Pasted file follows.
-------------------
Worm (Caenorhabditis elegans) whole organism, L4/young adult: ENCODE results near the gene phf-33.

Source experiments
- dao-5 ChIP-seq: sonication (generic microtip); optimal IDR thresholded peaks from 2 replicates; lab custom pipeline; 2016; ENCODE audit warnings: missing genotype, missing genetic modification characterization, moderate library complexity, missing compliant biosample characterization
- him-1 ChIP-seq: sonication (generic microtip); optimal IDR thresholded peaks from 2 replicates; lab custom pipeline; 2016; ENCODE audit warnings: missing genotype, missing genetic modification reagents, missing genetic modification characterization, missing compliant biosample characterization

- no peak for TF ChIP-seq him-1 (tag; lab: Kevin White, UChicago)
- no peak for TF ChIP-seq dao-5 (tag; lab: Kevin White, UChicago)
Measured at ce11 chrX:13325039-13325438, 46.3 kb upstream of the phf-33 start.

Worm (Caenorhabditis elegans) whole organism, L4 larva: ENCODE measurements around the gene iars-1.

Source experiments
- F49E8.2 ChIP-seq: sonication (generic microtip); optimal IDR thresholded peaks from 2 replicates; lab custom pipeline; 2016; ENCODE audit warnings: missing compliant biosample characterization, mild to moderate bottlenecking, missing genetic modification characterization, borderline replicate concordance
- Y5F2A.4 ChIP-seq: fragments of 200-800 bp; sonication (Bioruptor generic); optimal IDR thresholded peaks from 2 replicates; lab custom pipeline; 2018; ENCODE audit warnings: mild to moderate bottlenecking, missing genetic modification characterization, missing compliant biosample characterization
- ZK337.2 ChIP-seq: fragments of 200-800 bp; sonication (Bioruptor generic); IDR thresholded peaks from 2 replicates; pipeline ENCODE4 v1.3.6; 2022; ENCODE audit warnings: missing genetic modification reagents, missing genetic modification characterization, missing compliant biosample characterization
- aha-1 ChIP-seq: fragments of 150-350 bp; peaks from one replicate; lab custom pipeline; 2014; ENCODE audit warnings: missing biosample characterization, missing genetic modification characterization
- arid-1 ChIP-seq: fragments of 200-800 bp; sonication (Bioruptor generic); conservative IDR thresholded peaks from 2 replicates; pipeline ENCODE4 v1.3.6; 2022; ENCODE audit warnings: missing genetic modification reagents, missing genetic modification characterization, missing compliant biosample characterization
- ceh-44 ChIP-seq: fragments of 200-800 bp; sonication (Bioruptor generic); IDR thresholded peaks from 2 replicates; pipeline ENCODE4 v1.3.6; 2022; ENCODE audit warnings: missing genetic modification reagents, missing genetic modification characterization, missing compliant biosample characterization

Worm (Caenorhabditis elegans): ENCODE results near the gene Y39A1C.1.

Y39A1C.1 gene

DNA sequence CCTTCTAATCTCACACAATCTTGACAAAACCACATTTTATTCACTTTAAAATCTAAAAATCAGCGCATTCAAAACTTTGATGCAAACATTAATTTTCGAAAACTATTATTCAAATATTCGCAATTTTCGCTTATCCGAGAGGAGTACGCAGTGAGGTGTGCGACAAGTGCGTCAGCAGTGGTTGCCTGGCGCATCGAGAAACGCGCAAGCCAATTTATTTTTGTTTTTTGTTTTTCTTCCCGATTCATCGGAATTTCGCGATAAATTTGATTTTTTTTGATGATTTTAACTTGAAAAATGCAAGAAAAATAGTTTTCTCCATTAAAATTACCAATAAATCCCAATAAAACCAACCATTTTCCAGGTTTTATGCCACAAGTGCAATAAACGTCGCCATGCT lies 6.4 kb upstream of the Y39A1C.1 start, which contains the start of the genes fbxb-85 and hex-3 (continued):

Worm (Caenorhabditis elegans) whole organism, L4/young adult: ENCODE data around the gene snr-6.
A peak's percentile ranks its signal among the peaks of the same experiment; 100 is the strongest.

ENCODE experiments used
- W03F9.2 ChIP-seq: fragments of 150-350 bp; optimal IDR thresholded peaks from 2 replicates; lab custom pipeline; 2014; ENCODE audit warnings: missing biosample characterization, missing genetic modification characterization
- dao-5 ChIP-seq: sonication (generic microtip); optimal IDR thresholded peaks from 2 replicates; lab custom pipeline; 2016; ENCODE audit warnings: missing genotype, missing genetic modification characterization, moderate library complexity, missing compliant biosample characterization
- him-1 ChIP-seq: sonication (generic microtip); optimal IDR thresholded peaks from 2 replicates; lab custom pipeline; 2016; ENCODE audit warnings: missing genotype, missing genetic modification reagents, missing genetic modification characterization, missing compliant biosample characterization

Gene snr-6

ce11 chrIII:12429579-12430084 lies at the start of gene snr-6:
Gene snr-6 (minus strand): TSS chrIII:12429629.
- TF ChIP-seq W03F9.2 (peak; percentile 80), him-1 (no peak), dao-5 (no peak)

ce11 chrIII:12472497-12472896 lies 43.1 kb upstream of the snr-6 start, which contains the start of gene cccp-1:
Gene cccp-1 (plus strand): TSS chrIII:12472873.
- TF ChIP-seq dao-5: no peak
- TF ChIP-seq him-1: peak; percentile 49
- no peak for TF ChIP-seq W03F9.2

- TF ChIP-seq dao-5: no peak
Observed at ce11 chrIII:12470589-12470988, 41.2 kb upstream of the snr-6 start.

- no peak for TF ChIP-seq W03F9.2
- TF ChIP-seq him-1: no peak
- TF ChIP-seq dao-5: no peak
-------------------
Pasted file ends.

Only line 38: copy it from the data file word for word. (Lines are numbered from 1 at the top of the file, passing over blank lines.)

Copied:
- TF ChIP-seq dao-5: no peak